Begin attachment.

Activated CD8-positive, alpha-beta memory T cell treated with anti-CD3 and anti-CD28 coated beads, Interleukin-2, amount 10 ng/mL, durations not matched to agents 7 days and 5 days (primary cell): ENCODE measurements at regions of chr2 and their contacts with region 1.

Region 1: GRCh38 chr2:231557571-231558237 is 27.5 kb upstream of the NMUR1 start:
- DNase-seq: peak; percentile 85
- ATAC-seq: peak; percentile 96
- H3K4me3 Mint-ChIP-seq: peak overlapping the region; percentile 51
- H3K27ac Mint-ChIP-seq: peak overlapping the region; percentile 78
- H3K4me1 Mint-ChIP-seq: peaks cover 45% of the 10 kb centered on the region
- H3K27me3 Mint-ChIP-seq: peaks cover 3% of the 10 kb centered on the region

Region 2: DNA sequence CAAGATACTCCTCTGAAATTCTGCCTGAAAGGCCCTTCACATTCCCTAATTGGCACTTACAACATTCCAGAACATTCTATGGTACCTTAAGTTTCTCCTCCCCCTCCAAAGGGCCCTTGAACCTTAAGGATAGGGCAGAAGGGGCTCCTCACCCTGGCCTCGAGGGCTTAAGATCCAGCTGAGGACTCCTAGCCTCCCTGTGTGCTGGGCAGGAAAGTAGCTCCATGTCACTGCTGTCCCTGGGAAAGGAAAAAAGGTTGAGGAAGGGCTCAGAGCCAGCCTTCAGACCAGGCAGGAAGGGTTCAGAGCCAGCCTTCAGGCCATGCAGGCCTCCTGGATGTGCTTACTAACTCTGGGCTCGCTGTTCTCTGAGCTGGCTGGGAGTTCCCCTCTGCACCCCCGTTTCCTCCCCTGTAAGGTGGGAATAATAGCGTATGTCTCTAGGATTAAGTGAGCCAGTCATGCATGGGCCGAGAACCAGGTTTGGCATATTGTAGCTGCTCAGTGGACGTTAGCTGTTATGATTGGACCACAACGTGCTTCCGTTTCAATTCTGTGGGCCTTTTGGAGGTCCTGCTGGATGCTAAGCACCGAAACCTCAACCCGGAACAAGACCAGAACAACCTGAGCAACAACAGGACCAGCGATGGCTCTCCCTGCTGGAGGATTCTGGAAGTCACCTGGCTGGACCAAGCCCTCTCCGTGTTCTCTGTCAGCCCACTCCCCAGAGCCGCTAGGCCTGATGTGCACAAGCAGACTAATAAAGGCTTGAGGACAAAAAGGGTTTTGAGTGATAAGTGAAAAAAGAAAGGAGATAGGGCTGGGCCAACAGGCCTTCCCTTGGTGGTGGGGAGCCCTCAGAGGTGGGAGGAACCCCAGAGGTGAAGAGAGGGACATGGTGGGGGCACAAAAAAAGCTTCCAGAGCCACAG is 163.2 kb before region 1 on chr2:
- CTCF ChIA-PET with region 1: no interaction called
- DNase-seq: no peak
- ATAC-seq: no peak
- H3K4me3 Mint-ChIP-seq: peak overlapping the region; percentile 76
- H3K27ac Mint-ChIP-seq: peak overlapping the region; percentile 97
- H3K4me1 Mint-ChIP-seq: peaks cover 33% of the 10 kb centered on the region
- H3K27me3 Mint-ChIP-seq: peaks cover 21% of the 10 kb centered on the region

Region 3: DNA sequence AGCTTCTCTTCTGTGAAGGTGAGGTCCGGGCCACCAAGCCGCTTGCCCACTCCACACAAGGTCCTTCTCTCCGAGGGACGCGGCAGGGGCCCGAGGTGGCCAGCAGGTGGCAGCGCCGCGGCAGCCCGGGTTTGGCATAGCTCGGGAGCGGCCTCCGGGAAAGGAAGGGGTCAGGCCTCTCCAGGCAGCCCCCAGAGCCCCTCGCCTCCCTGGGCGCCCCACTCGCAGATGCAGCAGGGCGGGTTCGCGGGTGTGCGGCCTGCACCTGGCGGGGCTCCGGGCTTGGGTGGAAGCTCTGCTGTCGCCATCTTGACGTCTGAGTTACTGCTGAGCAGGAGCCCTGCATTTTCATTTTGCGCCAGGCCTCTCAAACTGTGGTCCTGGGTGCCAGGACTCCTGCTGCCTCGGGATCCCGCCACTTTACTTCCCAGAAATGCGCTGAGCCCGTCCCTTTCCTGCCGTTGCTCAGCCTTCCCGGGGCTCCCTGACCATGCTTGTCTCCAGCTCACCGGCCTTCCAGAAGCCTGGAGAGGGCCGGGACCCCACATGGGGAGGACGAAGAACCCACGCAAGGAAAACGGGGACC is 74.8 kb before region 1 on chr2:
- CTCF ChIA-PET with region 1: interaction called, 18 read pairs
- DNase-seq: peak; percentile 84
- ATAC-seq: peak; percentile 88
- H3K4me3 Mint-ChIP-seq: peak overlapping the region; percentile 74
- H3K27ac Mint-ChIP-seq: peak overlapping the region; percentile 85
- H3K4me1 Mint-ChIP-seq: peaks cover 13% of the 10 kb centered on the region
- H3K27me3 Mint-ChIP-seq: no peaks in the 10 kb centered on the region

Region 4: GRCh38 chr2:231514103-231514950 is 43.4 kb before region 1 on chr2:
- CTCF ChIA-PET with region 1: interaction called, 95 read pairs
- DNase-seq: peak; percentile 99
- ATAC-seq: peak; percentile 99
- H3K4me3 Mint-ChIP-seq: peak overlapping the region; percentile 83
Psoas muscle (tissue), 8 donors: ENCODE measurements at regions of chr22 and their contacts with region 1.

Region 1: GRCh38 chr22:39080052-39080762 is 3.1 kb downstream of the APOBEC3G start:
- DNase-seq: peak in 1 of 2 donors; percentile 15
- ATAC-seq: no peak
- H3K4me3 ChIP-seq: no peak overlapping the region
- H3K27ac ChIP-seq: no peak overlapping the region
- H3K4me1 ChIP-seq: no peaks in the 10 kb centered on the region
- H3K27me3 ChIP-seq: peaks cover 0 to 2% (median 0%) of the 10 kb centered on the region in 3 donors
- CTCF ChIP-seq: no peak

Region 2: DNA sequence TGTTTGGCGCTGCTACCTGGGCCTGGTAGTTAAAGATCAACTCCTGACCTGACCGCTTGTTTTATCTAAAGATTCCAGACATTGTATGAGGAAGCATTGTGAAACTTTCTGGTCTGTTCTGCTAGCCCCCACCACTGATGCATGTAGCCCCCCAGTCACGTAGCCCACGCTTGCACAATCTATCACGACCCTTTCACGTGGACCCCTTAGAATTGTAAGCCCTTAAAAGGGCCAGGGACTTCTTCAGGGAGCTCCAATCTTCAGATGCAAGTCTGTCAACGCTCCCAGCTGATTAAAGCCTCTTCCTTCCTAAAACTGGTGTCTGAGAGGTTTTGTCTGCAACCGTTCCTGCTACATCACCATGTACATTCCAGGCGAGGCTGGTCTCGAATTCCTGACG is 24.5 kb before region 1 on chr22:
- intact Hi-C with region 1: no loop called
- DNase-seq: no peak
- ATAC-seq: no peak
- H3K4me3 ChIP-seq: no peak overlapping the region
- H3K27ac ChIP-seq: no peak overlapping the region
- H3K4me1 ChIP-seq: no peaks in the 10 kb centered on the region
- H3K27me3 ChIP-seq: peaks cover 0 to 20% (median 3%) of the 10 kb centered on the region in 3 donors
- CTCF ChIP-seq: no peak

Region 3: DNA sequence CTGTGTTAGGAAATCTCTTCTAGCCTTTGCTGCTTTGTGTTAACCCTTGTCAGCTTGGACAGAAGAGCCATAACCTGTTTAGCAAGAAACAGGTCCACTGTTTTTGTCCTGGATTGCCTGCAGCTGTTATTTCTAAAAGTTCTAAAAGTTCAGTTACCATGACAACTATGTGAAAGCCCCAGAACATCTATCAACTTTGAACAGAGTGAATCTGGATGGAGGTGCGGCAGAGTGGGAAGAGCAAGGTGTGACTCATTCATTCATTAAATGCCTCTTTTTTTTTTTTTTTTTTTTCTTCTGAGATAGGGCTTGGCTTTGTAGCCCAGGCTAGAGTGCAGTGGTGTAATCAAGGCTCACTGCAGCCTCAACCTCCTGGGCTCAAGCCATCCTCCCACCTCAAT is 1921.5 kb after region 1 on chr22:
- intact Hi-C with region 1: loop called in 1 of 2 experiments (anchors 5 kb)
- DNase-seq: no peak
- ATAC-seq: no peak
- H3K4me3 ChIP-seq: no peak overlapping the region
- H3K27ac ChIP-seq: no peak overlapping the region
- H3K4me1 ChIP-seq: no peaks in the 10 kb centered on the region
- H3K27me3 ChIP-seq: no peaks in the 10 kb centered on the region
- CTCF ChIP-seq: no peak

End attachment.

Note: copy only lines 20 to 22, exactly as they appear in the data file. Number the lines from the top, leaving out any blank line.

- ATAC-seq: peak; percentile 88
- H3K4me3 Mint-ChIP-seq: peak overlapping the region; percentile 74
- H3K27ac Mint-ChIP-seq: peak overlapping the region; percentile 85